Juice of Barley... this one, I think, would not look good from above. It certainly didn't look nice from the top of the line when we made it there - it was so lopsided-looking during the "weave through" portions! Everybody bunched over on one side, people having to turn sideways in an effort to not collide with the people they were going between... also, the lines themselves weren't straight. Ugh.
Still, the music was great! One of the finest improvised renditions by Bare Necessities, though perhaps not one of their crispest recordings.
Later in the evening we danced Auretti's Dutch Skipper, another longways for as many as will in 6/8 timing. This dance is fairly basic, by which I mean there is nothing extraordinary or surprising about it. As such, however, it provides a good illustration of the "typical" English Country Dance.
The first couple steps down the set, then casts up to place for a two hand turn. This sequence is then performed by the second couple from the opposite direction. Next, there is a two hand turn for the first corners, followed by the same for the second. Partners face again, maintaining friendly eye contact for the set twice, and the round is completed with three changes of a circular hey to progress. All the while, everyone is moving in time with the calmly joyful music so proficiently performed by Bare Necessities on piano, violin, and flute. The result is a thoroughly pleasing dancing experience!
An interesting segment of the evening came when we all attempted to learn The Young Widow, a longways dance in triple minor formation - sets of three couples down the line as opposed to the more typical sets of two. Since none of us were very familiar with this formation (and some of us not at all!), it took awhile to figure out what exactly was supposed to happen and make it actually work out with some measure of style. In the end, everything worked out.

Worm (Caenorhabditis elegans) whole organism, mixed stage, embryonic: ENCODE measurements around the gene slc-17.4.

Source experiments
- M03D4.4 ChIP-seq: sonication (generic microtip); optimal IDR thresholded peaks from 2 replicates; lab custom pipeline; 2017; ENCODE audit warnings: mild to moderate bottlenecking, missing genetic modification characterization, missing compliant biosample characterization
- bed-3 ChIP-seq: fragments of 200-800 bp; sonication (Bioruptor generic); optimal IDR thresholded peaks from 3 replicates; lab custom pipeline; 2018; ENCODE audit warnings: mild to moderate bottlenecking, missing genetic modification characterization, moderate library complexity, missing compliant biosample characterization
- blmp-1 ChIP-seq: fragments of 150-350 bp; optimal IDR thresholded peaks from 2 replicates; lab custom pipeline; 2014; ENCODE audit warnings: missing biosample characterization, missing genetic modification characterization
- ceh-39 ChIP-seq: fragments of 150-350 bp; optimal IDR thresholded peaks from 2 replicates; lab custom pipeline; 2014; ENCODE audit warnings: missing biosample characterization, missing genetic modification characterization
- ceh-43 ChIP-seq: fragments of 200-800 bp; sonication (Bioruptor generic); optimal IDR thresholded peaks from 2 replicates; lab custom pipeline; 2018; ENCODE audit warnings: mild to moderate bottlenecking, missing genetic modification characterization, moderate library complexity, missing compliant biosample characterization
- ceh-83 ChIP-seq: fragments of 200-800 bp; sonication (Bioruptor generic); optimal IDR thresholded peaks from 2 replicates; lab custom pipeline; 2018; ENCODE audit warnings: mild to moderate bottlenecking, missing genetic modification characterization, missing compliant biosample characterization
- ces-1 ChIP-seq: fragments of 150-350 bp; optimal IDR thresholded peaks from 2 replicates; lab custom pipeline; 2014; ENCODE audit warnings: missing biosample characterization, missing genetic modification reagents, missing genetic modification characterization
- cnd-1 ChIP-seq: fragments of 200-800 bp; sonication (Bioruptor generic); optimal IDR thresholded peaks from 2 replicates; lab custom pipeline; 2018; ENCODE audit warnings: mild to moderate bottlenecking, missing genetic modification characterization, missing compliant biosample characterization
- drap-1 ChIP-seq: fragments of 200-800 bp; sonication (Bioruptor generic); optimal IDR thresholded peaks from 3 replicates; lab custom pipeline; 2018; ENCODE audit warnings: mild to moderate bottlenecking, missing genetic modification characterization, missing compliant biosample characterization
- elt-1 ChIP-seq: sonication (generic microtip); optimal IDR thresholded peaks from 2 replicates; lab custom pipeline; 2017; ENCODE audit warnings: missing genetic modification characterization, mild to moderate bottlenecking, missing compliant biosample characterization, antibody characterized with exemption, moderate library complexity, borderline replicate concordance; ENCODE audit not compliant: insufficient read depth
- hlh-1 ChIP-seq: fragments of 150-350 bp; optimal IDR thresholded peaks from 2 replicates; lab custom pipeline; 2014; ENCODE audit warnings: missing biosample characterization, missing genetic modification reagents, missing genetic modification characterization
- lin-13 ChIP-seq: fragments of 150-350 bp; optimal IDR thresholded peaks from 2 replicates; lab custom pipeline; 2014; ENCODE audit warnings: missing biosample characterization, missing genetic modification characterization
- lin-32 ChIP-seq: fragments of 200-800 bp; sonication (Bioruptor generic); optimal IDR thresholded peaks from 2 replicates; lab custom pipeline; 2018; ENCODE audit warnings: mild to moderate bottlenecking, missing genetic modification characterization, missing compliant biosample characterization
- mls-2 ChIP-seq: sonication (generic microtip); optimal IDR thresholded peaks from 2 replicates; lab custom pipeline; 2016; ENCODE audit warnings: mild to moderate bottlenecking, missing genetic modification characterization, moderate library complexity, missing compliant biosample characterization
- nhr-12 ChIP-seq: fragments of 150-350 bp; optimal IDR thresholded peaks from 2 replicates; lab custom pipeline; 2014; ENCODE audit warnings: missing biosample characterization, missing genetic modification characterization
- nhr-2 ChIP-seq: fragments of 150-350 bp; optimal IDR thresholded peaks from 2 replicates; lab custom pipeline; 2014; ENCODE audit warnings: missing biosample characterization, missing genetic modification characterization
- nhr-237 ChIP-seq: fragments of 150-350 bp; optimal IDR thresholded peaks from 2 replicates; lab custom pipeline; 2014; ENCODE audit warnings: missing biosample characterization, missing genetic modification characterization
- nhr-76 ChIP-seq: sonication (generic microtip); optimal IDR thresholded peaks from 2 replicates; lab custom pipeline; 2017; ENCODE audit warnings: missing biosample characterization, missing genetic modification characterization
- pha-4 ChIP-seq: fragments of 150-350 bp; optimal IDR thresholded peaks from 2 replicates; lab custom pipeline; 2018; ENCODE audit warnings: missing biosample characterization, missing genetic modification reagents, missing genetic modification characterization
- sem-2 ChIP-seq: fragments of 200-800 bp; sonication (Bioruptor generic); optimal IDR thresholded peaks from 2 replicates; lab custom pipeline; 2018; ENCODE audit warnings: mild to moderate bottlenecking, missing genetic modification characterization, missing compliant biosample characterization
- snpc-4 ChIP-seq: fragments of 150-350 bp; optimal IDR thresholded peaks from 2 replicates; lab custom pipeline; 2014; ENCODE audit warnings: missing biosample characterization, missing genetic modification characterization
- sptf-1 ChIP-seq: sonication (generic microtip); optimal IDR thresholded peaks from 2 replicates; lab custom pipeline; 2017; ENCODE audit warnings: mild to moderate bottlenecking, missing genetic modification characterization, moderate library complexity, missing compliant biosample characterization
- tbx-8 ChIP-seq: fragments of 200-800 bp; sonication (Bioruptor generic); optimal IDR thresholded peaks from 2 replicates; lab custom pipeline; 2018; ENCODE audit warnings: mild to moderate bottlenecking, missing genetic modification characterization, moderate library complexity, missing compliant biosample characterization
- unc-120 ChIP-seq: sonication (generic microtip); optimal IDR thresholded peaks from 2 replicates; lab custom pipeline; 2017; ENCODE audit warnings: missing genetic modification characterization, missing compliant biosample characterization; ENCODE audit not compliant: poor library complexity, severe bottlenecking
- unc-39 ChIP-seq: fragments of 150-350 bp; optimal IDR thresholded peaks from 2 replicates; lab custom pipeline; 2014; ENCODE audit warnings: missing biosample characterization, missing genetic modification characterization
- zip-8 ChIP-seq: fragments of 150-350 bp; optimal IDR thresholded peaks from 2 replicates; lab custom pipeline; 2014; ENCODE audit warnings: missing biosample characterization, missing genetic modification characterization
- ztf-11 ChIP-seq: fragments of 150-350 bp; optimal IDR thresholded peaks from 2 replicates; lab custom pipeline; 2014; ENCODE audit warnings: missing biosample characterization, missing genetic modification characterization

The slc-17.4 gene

The final two dance experiences of the evening were dancing The Scottish and beginning to learn The Laendler! The former was thoroughly delightful, as always, and the latter only somewhat less so because I had no idea what I was doing! Ah well... both were excellent!
Though I've been harsh on many of the dances we did that evening, let me hasten to say that it truly was a delightful time - indeed, 'twas one of the top three dance events I've ever attended! The conversations were pleasant, the people-watching was entertaining, and the dancing was grand! I just happen to like picking things apart, and thought I'd share some of my opinionated analyses. :)